This was a fast and compulsive read. What I enjoyed about this book was the honest and difficultly that comes with talking about such a subject matter, and I loved particularly Nathaniel’s parts given he is very forthcoming about how he was treated by other kids, how he handles his condition, and ultimately how Wonder helped a generation of kids learn to accept people born with unique differences. There’s a lot of good conversation starters for kids in this book, and I think there’s a lot of value in learning about how someone survives given unique circumstances. This family clearly has had hardship, but they also show amazing resilience as well.

I think for younger readers who are curious about the inspiration for Wonder will definitely find some enjoyment here. I don’t know how much of a book there would have been given the importance of Wonder in this family’s life, but I think Normal is a good and accessible memoir for younger readers, and I think Nathaniel’s struggles and triumph’s will definitely resonate for many people.

ARC Review – Little Universes by Heather Demetrios

Title: Little Universes

Author: Heather Demetrios

Rating: ★★★★★

Synopsis: When a tsunami strikes the island where their parents are vacationing, it soon becomes clear that their mom and dad are never coming home. Forced to move to Boston from sunny California for the rest of their senior year, each girl struggles with secrets their parents’ death has brought to light, and with their uncertainty about the future. Instead of bringing them closer, it feels like the wave has torn the sisters apart.

Hannah is a secret poet who wants to be seen, but only knows how to hide. The pain pills she stole from her dead father hurl her onto the shores of an addiction she can’t shake and a dealer who turns her heart upside down. When it’s clear Hannah’s drowning, Mae, a budding astronaut suddenly launched into an existential crisis—and unexpected love—must choose between herself and the only family she has left.

Huge thank you to Raincoast for this ARC!

Sam’s Review:

I had mighty feelings from start-to-finish reading Little Universes. Heather Demetrios knows how to craft a story that is focused on difficult subject matters and just punch readers in their feelings. This is the story of two sisters who lose their parents in a plane crash, they are forced to relocate with their aunt to Boston from sunny California. Both girls are grieving in very different ways, with Mae obsessing over space while having an existential crisis, while Hannah is fostering an addiction that is struggling to kick the habit of.

Ooof. This book is an emotional roller coaster, and for someone like me who has had a sibling struggling with addiction and has gone to rehab, too much of this book was hitting close to home. A lot of Mae’s crisis and her feelings were all emotions I wrestled with in the past, and seeing her spiral in feeling helpless when it comes to Hannah was so difficult to read about. It was like looking in a mirror. Hannah’s side of the story was equally heartbreaking and challenging to read, because you want her to pull through, but she at times doesn’t want to. That last bit is SCARY. The idea that someone doesn’t WANT to get better, and they are willing to be okay with their behavior. It’s a lot, and for anyone who has dealt with addiction in some shape or form, keep that in mind before you consider checking this book out.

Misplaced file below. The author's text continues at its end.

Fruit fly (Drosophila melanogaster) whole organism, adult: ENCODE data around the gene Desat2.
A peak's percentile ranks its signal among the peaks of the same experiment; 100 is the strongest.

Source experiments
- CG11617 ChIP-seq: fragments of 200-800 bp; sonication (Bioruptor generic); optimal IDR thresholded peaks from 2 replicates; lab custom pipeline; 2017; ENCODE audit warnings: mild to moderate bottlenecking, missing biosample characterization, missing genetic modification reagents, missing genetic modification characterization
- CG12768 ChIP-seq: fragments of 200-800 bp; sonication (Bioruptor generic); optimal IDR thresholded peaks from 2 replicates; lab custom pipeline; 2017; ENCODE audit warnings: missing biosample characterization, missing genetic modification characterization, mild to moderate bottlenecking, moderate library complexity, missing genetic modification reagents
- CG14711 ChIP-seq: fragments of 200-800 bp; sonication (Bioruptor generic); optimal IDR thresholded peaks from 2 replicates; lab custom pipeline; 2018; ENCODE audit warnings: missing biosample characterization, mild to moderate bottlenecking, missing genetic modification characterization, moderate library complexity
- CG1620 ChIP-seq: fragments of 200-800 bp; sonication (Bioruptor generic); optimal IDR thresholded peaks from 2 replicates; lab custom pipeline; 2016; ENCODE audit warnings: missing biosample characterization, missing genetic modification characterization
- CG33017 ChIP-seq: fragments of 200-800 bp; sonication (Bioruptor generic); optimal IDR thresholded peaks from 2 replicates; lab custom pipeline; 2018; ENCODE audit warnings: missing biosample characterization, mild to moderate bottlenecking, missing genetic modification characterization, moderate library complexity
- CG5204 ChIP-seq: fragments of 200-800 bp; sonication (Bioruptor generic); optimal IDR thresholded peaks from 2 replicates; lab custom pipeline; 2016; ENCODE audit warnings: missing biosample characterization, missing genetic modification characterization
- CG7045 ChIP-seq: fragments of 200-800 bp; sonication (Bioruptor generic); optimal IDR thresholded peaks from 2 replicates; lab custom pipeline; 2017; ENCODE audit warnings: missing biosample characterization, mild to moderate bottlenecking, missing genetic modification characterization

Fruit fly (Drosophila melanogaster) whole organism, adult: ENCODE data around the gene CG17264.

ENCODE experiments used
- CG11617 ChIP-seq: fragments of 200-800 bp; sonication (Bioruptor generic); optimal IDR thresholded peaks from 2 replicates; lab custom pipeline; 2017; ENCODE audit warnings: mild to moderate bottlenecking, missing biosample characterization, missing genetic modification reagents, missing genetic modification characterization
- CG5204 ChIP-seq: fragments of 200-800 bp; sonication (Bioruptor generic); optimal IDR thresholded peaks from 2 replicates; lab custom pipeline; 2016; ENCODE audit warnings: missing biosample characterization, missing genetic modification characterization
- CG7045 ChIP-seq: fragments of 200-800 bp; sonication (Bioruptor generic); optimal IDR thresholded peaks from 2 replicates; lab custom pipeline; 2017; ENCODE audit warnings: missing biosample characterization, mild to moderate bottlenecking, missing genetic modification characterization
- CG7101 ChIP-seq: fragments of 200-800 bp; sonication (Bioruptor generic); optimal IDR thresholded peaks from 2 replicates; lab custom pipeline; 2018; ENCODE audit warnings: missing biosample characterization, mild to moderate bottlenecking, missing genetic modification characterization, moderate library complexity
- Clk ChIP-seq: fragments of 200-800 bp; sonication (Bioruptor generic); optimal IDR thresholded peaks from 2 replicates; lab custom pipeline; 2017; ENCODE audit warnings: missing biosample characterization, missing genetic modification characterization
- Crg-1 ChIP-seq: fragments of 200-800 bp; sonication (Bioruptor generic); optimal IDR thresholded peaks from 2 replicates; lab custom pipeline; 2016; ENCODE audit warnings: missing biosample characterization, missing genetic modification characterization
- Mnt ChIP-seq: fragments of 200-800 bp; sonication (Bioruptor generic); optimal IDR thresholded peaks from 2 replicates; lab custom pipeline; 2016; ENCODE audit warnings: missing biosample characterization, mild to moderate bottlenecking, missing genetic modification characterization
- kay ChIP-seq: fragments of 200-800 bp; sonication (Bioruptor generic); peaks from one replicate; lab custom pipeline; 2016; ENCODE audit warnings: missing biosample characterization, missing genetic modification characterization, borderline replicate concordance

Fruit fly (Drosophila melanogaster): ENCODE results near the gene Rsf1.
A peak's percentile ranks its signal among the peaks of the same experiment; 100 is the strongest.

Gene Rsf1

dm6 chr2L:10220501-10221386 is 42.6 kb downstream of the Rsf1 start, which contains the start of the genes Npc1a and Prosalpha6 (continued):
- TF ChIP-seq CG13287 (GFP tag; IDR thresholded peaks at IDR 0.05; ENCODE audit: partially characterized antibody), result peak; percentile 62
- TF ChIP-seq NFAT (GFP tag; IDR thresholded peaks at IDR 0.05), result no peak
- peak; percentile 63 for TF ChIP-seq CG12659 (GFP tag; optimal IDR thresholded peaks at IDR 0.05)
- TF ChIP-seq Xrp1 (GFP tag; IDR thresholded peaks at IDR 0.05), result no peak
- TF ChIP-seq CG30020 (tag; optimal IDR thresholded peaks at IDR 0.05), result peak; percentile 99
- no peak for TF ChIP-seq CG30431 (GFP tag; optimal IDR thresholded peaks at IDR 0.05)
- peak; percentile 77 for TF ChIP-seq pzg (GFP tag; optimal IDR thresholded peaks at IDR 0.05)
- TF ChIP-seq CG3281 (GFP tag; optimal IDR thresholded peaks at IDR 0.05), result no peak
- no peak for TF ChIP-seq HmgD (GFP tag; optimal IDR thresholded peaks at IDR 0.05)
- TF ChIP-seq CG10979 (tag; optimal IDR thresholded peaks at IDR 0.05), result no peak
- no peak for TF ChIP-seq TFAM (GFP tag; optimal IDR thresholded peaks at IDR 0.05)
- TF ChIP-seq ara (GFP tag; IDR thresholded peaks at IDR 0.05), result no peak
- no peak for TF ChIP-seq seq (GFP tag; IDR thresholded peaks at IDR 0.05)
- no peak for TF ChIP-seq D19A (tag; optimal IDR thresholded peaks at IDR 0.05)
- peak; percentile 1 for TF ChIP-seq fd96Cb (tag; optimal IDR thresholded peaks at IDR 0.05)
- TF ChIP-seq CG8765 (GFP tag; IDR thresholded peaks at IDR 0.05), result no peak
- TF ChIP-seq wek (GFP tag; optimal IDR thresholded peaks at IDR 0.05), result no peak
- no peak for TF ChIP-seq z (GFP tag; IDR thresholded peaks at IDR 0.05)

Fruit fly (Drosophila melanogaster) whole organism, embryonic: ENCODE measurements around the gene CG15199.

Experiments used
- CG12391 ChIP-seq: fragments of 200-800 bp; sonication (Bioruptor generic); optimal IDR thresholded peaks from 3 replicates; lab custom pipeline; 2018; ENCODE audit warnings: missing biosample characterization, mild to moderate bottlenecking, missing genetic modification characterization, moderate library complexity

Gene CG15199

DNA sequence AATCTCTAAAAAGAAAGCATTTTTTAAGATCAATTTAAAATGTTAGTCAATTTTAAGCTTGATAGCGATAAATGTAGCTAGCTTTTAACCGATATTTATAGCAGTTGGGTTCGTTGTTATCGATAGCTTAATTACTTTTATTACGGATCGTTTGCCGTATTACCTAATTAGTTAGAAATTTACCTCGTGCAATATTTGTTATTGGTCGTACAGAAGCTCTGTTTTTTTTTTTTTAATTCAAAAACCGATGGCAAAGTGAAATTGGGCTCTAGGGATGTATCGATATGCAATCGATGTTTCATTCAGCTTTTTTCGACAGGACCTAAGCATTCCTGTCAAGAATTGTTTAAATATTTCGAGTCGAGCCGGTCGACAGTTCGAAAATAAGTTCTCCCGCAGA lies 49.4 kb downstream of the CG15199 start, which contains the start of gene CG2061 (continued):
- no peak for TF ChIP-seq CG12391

I loved this book, and while it’s over 400 pages, I read it in two long sittings and cried through chunks of it. Little Universes is a difficult read, and even more challenging if you’ve lived through what Hannah and Mae have. Demetrios continues to amazing me with each book she publishes, and I don’t think my heart can handle another book like Little Universes for a long while!

Late to the Party ARC Review – Taylor Before and After by Jennie Englund

Title: Taylor Before and After

Author: Jennie Englund

Rating: ★★★★

Synopsis: Before, Taylor Harper is finally popular, sitting with the cool kids at lunch, and maybe, just maybe, getting invited to the biggest, most exclusive party of the year.

After, no one talks to her.

Before, she’s friends with Brielle Branson, the coolest girl in school.

After, Brielle has become a bully, and Taylor’s her favorite target.

Before, home isn’t perfect, but at least her family is together.

After, Mom won’t get out of bed, Dad won’t stop yelling, and Eli…

Eli’s gone.

Through everything, Taylor has her notebook, a diary of the year that one fatal accident tears her life apart. In entries alternating between the first and second semester of her eighth-grade year, she navigates joy and grief, gain and loss, hope and depression.

How can Taylor pick up the pieces of what used to be her social life? How can her house ever feel like home again after everything that’s happened? And how can she move forward if she can’t stop looking back?

Huge thank you to Raincoast for this ARC!

Sam’s Review:

Ho boy, this book. For a book that is considered middle grade, this actually feels like it should have been categorized in young adult. I want to stress that this book goes over a lot of difficult subject matters, and I am not saying a middle grader can’t comprehend them, but what I am saying is just be aware that this is a wonderful but difficult book with some hard conversations attached.

Taylor Before and After is told in a unique “before” and “after” style, alternating between two timelines. It’s a style that even with the journal entries will take a bit of getting used to. This is a story of friendships going wrong, family relationships crumbling at the seams, and one girl’s attempt to comprehend all of it as she compares her past to her present. Taylor is difficult, she’ not the most open of protagonists, and often the journal entries require a bit of detective work to get the whole story of why she is friendless or why her brother is missing. It’s done very well, might I add, and Taylor is a character you definitely can empathize with.